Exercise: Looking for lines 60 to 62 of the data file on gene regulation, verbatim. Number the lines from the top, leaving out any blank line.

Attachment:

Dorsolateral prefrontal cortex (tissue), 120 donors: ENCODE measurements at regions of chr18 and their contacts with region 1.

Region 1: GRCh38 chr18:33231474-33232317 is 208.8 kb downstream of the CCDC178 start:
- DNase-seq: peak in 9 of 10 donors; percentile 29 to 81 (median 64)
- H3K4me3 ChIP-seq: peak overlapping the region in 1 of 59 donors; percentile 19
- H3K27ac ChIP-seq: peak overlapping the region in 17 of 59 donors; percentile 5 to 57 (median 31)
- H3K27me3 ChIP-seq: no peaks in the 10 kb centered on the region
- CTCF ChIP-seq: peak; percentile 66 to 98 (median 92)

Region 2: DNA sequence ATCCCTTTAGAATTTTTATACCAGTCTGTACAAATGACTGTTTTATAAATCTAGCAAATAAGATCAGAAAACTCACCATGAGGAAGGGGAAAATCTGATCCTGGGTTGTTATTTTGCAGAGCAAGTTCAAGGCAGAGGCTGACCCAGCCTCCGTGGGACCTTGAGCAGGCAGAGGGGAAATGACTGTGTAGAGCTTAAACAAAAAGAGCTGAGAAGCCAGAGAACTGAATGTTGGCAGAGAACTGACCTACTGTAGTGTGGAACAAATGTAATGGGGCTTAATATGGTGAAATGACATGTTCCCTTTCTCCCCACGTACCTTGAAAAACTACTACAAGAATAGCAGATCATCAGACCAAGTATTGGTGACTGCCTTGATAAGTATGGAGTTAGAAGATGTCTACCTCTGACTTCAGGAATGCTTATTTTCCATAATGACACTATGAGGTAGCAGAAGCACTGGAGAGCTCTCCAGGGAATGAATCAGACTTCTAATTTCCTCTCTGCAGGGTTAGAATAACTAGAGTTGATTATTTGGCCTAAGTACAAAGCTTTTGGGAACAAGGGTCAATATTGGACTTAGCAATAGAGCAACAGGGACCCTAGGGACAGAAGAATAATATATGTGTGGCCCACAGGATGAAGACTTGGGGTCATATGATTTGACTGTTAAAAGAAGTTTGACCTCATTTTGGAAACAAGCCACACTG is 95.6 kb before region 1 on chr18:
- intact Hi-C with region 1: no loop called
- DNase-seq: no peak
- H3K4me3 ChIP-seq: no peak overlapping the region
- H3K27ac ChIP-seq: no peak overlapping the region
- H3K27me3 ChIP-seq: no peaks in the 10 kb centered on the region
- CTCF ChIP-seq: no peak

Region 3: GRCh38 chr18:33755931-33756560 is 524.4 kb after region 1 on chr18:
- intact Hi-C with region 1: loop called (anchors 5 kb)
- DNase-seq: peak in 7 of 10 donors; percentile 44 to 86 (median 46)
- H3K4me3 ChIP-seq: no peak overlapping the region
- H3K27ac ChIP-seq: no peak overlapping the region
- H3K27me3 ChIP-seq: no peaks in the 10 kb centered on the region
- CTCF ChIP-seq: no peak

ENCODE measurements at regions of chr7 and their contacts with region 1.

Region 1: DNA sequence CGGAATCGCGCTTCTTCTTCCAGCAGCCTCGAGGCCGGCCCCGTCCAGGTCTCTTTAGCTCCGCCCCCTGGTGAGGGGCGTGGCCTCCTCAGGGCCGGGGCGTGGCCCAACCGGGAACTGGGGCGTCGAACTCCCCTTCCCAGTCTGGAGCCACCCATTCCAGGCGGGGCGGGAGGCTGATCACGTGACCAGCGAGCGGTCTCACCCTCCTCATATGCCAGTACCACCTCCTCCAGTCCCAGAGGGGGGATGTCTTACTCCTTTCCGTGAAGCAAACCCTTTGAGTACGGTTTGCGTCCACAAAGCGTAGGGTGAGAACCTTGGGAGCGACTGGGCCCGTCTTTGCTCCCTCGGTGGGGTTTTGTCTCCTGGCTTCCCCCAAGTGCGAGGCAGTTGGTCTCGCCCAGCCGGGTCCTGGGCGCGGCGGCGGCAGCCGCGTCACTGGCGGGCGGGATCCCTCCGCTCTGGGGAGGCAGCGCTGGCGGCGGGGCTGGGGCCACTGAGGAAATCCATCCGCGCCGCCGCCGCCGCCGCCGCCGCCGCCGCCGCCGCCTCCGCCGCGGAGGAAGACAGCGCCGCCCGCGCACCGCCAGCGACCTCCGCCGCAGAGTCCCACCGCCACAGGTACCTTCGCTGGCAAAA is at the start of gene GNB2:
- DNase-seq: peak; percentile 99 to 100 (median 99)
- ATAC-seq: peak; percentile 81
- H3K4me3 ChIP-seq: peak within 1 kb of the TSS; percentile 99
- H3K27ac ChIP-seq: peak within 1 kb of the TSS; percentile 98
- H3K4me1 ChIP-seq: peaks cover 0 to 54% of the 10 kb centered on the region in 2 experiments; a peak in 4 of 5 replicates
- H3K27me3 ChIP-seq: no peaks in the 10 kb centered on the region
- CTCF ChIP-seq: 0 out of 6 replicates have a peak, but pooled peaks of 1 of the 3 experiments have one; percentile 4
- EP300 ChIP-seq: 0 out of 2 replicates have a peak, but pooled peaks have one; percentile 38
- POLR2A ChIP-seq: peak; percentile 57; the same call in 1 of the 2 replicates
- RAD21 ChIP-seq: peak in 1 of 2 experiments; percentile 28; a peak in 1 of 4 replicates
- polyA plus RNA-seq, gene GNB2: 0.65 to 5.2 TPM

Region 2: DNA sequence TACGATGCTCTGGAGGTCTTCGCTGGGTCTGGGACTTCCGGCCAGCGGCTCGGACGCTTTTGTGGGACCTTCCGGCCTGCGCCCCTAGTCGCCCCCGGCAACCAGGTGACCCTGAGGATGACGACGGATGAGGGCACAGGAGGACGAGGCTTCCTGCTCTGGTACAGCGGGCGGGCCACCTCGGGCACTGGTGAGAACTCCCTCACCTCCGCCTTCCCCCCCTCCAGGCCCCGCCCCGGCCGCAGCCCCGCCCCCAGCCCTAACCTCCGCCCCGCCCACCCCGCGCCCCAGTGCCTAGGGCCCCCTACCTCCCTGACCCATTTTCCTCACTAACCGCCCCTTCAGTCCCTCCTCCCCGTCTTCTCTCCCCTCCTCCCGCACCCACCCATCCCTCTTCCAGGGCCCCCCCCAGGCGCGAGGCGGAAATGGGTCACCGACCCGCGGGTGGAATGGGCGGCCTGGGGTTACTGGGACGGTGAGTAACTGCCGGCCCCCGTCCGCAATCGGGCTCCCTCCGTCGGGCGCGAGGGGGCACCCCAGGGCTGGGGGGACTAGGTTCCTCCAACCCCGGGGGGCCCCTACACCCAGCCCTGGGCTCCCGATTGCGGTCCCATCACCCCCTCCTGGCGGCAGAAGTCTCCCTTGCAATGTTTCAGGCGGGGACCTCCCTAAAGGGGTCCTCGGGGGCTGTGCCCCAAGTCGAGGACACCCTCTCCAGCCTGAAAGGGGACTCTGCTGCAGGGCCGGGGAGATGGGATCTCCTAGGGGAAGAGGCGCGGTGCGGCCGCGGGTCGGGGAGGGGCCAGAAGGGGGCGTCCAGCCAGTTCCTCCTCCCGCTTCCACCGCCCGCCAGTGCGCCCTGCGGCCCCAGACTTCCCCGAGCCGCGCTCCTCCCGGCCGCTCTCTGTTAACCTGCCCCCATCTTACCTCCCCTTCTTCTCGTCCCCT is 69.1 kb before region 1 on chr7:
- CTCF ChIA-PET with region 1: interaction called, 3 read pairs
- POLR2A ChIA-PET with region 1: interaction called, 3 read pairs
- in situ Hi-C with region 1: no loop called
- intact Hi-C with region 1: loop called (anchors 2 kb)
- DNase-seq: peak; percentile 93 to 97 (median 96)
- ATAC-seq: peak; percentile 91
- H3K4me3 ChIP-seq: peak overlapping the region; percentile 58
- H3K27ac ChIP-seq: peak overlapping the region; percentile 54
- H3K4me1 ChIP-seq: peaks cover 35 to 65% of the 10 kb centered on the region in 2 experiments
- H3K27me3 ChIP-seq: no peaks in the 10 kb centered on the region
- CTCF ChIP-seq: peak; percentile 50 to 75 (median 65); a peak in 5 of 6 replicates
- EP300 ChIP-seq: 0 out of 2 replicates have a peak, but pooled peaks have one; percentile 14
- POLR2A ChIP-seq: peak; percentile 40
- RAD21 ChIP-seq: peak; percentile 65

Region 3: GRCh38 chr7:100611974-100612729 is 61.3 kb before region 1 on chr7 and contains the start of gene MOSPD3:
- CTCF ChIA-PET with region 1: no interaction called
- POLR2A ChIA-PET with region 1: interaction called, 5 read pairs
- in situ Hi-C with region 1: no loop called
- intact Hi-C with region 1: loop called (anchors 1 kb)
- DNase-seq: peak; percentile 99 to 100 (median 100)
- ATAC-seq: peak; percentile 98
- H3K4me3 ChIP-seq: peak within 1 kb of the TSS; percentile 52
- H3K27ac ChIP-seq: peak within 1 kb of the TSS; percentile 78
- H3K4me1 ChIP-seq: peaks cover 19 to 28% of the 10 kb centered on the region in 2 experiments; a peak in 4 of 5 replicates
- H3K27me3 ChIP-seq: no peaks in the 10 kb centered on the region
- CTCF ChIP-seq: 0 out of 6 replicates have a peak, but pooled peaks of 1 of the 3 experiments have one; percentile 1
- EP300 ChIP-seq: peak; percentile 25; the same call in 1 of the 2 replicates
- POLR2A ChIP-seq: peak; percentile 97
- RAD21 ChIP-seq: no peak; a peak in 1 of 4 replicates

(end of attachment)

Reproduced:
- H3K27me3 ChIP-seq: no peaks in the 10 kb centered on the region
- CTCF ChIP-seq: 0 out of 6 replicates have a peak, but pooled peaks of 1 of the 3 experiments have one; percentile 1
- EP300 ChIP-seq: peak; percentile 25; the same call in 1 of the 2 replicates